On 12/15/19 8:25 PM, Raymond Hettinger wrote:
On Dec 15, 2019, at 6:48 PM, Larry Hastings <larry@hastings.org> wrote:
As of 3.7, dict objects are guaranteed to maintain insertion order.  But set objects make no such guarantee, and AFAIK in practice they don't maintain insertion order either.  Should they?
I don't think they should.  

Several thoughts:

* The corresponding mathematical concept is unordered and it would be weird to impose such as order.

I disagree--I assert it's no more or less weird than imposing order on dicts, which we eventually decided to do.

* You can already get membership testing while retaining insertion ordering by running dict.fromkeys(seq).

I'm not sure where you're going with this.  The argument "you can do this with other objects" didn't preclude us from, for example, adding ordering to the dict object.  We already had collections.OrderedDict, and we decided to add the functionality to the dict object.

* Set operations have optimizations that preclude giving a guaranteed order (for example, set intersection loops over the smaller of the two input sets).

* To implement ordering, set objects would have to give-up their current membership testing optimization that exploits cache locality in lookups (it looks at several consecutive hashes at a time before jumping to the next random position in the table).

* The ordering we have for dicts uses a hash table that indexes into a sequence.  That works reasonably well for typical dict operations but is unsuitable for set operations where some common use cases make interspersed additions and deletions (that is why the LRU cache still uses a cheaply updated doubly-linked list rather that deleting and reinserting dict entries).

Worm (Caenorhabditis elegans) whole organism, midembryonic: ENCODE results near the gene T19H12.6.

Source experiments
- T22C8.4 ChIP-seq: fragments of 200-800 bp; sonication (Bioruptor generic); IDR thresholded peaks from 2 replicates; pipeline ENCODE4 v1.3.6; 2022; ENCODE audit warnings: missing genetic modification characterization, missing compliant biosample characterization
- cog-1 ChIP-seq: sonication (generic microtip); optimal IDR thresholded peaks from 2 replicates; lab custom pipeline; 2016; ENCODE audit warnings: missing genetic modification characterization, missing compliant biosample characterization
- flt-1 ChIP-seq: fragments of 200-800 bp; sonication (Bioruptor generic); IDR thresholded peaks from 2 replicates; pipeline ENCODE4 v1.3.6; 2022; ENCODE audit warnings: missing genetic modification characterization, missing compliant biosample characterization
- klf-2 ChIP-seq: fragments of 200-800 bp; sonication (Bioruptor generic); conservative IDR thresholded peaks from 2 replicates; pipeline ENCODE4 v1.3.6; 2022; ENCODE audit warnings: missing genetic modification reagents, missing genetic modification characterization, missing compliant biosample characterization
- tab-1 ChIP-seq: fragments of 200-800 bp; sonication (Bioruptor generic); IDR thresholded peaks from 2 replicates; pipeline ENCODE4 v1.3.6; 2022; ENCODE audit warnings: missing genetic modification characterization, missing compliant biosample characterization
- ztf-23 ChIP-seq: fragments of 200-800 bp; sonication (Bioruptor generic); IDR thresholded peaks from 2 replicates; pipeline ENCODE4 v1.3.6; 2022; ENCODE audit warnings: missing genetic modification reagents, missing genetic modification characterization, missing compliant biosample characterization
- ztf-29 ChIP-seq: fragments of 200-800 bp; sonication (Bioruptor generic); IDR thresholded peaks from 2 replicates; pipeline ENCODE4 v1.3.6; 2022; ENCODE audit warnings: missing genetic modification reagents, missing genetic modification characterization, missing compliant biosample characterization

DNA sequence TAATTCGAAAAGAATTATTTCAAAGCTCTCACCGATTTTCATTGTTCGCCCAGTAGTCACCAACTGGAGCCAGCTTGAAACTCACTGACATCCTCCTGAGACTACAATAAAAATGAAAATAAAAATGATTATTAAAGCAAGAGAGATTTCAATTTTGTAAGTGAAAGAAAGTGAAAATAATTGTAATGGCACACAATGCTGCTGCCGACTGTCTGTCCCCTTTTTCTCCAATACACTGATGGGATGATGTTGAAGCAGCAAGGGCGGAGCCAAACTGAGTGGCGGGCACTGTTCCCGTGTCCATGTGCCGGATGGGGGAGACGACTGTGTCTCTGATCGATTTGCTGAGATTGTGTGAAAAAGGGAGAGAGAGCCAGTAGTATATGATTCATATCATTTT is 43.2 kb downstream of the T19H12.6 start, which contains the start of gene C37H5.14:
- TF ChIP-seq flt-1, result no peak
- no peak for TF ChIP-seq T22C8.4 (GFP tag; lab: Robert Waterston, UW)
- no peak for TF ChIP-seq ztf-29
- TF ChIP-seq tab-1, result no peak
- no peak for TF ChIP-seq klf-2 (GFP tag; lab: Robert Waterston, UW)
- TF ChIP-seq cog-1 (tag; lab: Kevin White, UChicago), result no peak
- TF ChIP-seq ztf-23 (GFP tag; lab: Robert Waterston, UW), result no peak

These are all performance concerns.  As I mentioned previously in this thread, in my opinion we should figure out what semantics we want for the object, then implement those, and only after that should we worry about performance.  I think we should decide the question "should set objects maintain insertion order?" literally without any consideration about performance implications.

* This idea has been discussed a couple times before and we've decided not to go down this path.  I should document prominently because it is inevitable that it will be suggested periodically because it is such an obvious thing to consider.

Please do!

In the email quoted by Tim Peters earlier in the thread, you stated that set objects "lose their flexibility" if they maintain order.  Can you be more specific about what you meant by that?


p.s. To be clear, I'm not volunteering to add this feature to the set object implementation--that's above my pay grade.  But I'm guessing that, if we decided we wanted these semantics for the dict object, someone would volunteer to implement it.